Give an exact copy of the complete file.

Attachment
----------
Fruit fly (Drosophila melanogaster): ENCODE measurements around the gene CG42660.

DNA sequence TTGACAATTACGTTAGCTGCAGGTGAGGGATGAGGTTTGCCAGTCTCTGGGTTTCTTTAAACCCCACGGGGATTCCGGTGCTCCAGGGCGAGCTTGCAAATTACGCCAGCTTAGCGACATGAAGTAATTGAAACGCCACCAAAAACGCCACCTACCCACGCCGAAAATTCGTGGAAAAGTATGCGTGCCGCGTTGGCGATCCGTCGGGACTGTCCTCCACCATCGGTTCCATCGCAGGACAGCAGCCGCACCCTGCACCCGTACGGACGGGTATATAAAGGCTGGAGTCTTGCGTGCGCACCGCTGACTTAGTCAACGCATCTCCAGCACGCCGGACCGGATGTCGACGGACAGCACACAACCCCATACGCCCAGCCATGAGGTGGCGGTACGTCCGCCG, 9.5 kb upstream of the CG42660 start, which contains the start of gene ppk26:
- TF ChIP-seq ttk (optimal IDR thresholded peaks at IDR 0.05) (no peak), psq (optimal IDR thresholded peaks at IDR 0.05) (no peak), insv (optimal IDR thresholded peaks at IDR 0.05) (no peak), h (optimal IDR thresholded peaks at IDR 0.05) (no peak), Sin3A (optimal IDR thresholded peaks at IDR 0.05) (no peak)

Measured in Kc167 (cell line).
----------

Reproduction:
Fruit fly (Drosophila melanogaster): ENCODE measurements around the gene CG42660.

DNA sequence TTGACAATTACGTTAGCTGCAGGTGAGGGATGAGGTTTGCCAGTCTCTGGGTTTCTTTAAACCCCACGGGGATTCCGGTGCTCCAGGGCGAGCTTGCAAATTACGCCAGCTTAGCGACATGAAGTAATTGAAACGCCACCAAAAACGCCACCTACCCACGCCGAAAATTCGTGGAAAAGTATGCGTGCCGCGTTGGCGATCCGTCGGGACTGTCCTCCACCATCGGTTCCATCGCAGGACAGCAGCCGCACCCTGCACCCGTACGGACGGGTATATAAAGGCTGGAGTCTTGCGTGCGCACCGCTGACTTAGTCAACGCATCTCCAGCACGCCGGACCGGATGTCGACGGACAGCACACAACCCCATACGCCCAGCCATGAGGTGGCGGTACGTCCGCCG, 9.5 kb upstream of the CG42660 start, which contains the start of gene ppk26:
- TF ChIP-seq ttk (optimal IDR thresholded peaks at IDR 0.05) (no peak), psq (optimal IDR thresholded peaks at IDR 0.05) (no peak), insv (optimal IDR thresholded peaks at IDR 0.05) (no peak), h (optimal IDR thresholded peaks at IDR 0.05) (no peak), Sin3A (optimal IDR thresholded peaks at IDR 0.05) (no peak)

Measured in Kc167 (cell line).